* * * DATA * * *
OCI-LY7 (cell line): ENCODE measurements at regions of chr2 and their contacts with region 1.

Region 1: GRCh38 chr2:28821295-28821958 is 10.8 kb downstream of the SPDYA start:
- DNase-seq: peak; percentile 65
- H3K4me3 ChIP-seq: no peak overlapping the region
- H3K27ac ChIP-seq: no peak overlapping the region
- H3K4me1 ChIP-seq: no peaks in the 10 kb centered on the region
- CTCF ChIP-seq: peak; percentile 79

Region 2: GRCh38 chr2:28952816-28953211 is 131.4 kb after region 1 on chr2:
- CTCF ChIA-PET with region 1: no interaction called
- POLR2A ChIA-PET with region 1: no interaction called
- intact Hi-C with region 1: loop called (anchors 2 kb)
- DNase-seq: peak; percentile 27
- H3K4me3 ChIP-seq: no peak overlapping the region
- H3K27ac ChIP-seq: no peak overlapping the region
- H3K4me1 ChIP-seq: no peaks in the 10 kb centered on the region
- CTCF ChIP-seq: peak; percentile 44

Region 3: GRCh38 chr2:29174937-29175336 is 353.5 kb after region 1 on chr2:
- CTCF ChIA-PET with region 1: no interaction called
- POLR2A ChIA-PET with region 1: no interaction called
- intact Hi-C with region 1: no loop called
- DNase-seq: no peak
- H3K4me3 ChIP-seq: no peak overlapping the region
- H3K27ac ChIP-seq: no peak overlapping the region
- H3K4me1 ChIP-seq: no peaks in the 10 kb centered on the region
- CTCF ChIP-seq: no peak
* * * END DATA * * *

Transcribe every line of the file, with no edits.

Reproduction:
OCI-LY7 (cell line): ENCODE measurements at regions of chr2 and their contacts with region 1.

Region 1: GRCh38 chr2:28821295-28821958 is 10.8 kb downstream of the SPDYA start:
- DNase-seq: peak; percentile 65
- H3K4me3 ChIP-seq: no peak overlapping the region
- H3K27ac ChIP-seq: no peak overlapping the region
- H3K4me1 ChIP-seq: no peaks in the 10 kb centered on the region
- CTCF ChIP-seq: peak; percentile 79

Region 2: GRCh38 chr2:28952816-28953211 is 131.4 kb after region 1 on chr2:
- CTCF ChIA-PET with region 1: no interaction called
- POLR2A ChIA-PET with region 1: no interaction called
- intact Hi-C with region 1: loop called (anchors 2 kb)
- DNase-seq: peak; percentile 27
- H3K4me3 ChIP-seq: no peak overlapping the region
- H3K27ac ChIP-seq: no peak overlapping the region
- H3K4me1 ChIP-seq: no peaks in the 10 kb centered on the region
- CTCF ChIP-seq: peak; percentile 44

Region 3: GRCh38 chr2:29174937-29175336 is 353.5 kb after region 1 on chr2:
- CTCF ChIA-PET with region 1: no interaction called
- POLR2A ChIA-PET with region 1: no interaction called
- intact Hi-C with region 1: no loop called
- DNase-seq: no peak
- H3K4me3 ChIP-seq: no peak overlapping the region
- H3K27ac ChIP-seq: no peak overlapping the region
- H3K4me1 ChIP-seq: no peaks in the 10 kb centered on the region
- CTCF ChIP-seq: no peak